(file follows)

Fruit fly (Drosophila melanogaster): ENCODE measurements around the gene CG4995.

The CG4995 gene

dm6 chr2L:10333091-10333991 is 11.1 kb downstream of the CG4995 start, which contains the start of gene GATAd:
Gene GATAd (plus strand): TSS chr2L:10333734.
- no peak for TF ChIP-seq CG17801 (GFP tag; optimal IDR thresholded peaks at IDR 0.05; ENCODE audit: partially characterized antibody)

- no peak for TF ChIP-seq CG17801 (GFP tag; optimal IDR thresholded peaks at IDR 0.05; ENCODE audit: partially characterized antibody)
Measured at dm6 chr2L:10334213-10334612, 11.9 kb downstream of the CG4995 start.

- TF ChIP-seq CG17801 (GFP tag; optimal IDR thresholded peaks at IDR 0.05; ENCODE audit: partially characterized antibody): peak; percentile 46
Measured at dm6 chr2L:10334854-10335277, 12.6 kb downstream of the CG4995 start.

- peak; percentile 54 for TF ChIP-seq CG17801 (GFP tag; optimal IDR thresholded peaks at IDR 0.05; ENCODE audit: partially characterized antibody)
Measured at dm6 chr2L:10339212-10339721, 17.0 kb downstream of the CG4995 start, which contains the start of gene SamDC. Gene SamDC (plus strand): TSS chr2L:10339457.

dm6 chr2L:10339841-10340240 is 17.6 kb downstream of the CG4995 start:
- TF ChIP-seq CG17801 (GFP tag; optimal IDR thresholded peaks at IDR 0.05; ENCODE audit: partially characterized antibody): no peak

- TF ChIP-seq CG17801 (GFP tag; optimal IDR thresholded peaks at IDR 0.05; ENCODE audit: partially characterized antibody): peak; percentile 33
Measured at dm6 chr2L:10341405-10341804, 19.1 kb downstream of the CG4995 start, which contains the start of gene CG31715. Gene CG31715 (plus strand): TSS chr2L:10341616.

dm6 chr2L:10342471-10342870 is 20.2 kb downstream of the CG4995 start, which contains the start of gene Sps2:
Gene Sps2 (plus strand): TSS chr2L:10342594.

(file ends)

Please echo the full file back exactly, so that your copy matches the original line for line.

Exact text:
Fruit fly (Drosophila melanogaster): ENCODE measurements around the gene CG4995.

The CG4995 gene

dm6 chr2L:10333091-10333991 is 11.1 kb downstream of the CG4995 start, which contains the start of gene GATAd:
Gene GATAd (plus strand): TSS chr2L:10333734.
- no peak for TF ChIP-seq CG17801 (GFP tag; optimal IDR thresholded peaks at IDR 0.05; ENCODE audit: partially characterized antibody)

- no peak for TF ChIP-seq CG17801 (GFP tag; optimal IDR thresholded peaks at IDR 0.05; ENCODE audit: partially characterized antibody)
Measured at dm6 chr2L:10334213-10334612, 11.9 kb downstream of the CG4995 start.

- TF ChIP-seq CG17801 (GFP tag; optimal IDR thresholded peaks at IDR 0.05; ENCODE audit: partially characterized antibody): peak; percentile 46
Measured at dm6 chr2L:10334854-10335277, 12.6 kb downstream of the CG4995 start.

- peak; percentile 54 for TF ChIP-seq CG17801 (GFP tag; optimal IDR thresholded peaks at IDR 0.05; ENCODE audit: partially characterized antibody)
Measured at dm6 chr2L:10339212-10339721, 17.0 kb downstream of the CG4995 start, which contains the start of gene SamDC. Gene SamDC (plus strand): TSS chr2L:10339457.

dm6 chr2L:10339841-10340240 is 17.6 kb downstream of the CG4995 start:
- TF ChIP-seq CG17801 (GFP tag; optimal IDR thresholded peaks at IDR 0.05; ENCODE audit: partially characterized antibody): no peak

- TF ChIP-seq CG17801 (GFP tag; optimal IDR thresholded peaks at IDR 0.05; ENCODE audit: partially characterized antibody): peak; percentile 33
Measured at dm6 chr2L:10341405-10341804, 19.1 kb downstream of the CG4995 start, which contains the start of gene CG31715. Gene CG31715 (plus strand): TSS chr2L:10341616.

dm6 chr2L:10342471-10342870 is 20.2 kb downstream of the CG4995 start, which contains the start of gene Sps2:
Gene Sps2 (plus strand): TSS chr2L:10342594.